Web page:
Phoenix Wright's "class trial" was a major event in his childhood that heavily impacted his goals for the future. At the time, Wright was put on trial by his own classmates, and he experienced what it was like to be alone, with no one on his side.
Wright attended a small elementary school in which all students brought in an envelope with money at the beginning of the month to pay for their lunches for the month. One day, during P.E., Miles Edgeworth's envelope containing $38 was stolen. Wright, who was coming down with a cold and had skipped P.E. that day, was the only one without an alibi. As such, he was accused of the theft and put on "trial" the next day.
Despite Wright's claims that he didn't do it, everyone else in the classroom continued to accuse him. Wright was so sad, he couldn't stop crying. Eventually, even the teacher thought that he had done it, and ordered him to apologize. However, Edgeworth objected on Wright's behalf. Edgeworth pointed out that, while everyone kept saying that Wright had done it, no one had any evidence, so Wright couldn't be found guilty of the theft. The class continued to accuse Wright anyway, saying that they didn't need proof to know that he was guilty, but Larry Butz, the class troublemaker, also stood up for Wright. He accused everyone of ganging up on Wright, and not considering how he felt. Ultimately, the teacher ended the trial, declaring Wright not guilty, and replaced the money.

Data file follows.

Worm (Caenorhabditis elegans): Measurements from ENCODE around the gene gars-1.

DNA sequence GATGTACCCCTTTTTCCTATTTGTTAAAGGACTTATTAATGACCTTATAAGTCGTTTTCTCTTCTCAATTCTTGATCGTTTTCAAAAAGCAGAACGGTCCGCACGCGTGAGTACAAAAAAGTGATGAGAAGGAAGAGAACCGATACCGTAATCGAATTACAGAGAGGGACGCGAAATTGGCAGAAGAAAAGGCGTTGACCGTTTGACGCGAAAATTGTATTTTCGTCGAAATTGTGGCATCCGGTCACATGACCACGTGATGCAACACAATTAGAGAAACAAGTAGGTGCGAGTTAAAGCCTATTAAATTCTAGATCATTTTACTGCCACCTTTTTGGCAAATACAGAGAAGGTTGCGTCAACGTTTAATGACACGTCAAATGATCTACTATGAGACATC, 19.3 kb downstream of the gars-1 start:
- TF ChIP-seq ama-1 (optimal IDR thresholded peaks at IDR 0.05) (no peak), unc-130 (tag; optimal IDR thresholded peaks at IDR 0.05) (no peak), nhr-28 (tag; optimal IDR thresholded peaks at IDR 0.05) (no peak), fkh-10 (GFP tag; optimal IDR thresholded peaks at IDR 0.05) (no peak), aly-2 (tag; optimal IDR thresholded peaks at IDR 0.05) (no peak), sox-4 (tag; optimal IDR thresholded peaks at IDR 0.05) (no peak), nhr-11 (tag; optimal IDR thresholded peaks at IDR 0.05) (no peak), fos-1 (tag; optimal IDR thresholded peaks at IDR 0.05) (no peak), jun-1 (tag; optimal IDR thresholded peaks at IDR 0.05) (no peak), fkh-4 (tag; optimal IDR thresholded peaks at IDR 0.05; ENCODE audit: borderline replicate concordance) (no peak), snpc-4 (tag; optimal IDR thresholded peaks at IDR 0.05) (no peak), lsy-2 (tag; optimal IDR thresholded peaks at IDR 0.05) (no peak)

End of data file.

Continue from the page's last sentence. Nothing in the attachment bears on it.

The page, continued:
This event led to Wright, Edgeworth, and Butz becoming best friends. When Wright asked Edgeworth why he had defended him, Edgeworth explained that he wanted to be just like his father Gregory Edgeworth, a well-known defense attorney. However, after his father was murdered, Miles transferred to another school. The turmoil that Wright felt when he was totally alone, until someone stood up for him, made him vow to help anyone who found himself or herself in the same situation. This event was one of the inspirations for Wright to grow up to be a defense attorney.
Over 15 years later, the truth finally came to light. After Miles was found not guilty in his own trial, Butz gave him a "congratulations present" of $38. Butz then admitted that he was the one who had stolen Miles' lunch money, which the latter had suspected all along because he couldn't have seen Butz standing up for Wright any other way. Wright was annoyed that Miles hadn't voiced his suspicions earlier, but Maya Fey jokingly pointed out that the statute of limitations for the theft had already run out by that point, so there was nothing that could be done about it.
The class trial is based on an incident in which, in his second grade, series creator Shu Takumi found a piggy bank in his school's courtyard. He was subsequently accused of stealing the piggy bank from a classmate, and was forced into her homeroom to apologize to her.
- ↑ Hsu, Janet (2014-10-31). Ace Attorney Trilogy - Surprising Tidbits You Never Knew! Capcom Unity. Retrieved on 2014-11-02.